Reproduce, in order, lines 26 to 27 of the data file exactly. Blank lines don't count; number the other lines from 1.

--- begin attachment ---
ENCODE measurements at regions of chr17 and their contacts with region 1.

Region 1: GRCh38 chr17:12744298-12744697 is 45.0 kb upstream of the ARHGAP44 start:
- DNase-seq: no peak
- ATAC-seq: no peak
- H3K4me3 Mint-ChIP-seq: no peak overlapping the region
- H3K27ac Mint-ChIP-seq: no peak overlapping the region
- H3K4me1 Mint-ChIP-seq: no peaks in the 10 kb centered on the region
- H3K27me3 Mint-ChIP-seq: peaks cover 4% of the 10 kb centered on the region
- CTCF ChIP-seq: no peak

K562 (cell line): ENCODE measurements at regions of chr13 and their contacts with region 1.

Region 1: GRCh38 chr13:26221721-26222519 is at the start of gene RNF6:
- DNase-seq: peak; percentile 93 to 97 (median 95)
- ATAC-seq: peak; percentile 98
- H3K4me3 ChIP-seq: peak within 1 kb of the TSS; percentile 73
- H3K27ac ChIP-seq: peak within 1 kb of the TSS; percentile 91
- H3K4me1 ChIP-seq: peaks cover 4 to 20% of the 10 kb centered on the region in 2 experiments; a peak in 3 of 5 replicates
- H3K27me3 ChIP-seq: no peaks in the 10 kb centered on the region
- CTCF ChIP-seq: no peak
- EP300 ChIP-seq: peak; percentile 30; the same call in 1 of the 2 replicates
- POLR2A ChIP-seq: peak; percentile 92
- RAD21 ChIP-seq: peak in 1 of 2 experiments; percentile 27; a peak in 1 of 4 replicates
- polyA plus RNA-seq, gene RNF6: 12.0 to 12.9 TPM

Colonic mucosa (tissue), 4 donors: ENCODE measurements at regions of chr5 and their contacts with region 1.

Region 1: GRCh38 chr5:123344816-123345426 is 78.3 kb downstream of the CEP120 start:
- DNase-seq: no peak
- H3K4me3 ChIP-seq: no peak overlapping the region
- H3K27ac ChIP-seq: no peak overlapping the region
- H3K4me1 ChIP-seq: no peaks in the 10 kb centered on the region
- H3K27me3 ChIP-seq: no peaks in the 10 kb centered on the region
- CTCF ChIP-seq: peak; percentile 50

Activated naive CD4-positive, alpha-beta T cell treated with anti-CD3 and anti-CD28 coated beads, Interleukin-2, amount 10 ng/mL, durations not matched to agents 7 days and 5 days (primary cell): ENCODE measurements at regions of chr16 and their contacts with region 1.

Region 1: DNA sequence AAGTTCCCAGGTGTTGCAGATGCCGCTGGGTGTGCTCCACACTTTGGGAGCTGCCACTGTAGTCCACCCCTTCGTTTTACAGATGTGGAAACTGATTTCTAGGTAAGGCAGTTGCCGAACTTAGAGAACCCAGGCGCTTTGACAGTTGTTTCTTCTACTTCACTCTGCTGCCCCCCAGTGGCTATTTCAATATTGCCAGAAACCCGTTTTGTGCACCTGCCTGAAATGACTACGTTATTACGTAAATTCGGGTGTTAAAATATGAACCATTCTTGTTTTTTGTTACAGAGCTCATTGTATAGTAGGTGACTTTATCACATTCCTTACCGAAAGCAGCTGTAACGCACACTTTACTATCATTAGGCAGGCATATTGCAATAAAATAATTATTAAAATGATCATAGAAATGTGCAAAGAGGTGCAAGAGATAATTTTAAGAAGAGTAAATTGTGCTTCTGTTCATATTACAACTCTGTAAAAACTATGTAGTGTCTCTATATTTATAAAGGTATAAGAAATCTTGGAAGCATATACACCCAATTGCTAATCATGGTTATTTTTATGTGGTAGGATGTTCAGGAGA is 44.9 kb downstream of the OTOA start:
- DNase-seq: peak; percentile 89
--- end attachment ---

- H3K4me3 ChIP-seq: no peak overlapping the region
- H3K27ac ChIP-seq: no peak overlapping the region